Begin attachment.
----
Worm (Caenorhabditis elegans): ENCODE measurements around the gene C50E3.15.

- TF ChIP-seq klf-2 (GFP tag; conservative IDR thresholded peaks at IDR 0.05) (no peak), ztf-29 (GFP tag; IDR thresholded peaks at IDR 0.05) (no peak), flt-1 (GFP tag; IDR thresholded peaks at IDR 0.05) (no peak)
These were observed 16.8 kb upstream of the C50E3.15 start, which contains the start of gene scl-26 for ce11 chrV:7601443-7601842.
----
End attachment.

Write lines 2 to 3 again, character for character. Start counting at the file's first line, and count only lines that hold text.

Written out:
- TF ChIP-seq klf-2 (GFP tag; conservative IDR thresholded peaks at IDR 0.05) (no peak), ztf-29 (GFP tag; IDR thresholded peaks at IDR 0.05) (no peak), flt-1 (GFP tag; IDR thresholded peaks at IDR 0.05) (no peak)
These were observed 16.8 kb upstream of the C50E3.15 start, which contains the start of gene scl-26 for ce11 chrV:7601443-7601842.